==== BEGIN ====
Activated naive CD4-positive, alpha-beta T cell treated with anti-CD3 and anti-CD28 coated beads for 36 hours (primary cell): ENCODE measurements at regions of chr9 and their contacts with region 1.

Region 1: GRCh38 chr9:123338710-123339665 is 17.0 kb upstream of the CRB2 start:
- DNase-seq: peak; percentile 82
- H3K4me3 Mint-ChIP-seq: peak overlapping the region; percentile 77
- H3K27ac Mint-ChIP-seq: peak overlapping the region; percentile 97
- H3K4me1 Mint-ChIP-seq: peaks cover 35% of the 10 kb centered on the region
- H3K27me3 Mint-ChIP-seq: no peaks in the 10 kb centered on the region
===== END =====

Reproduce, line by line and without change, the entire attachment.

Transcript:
Activated naive CD4-positive, alpha-beta T cell treated with anti-CD3 and anti-CD28 coated beads for 36 hours (primary cell): ENCODE measurements at regions of chr9 and their contacts with region 1.

Region 1: GRCh38 chr9:123338710-123339665 is 17.0 kb upstream of the CRB2 start:
- DNase-seq: peak; percentile 82
- H3K4me3 Mint-ChIP-seq: peak overlapping the region; percentile 77
- H3K27ac Mint-ChIP-seq: peak overlapping the region; percentile 97
- H3K4me1 Mint-ChIP-seq: peaks cover 35% of the 10 kb centered on the region
- H3K27me3 Mint-ChIP-seq: no peaks in the 10 kb centered on the region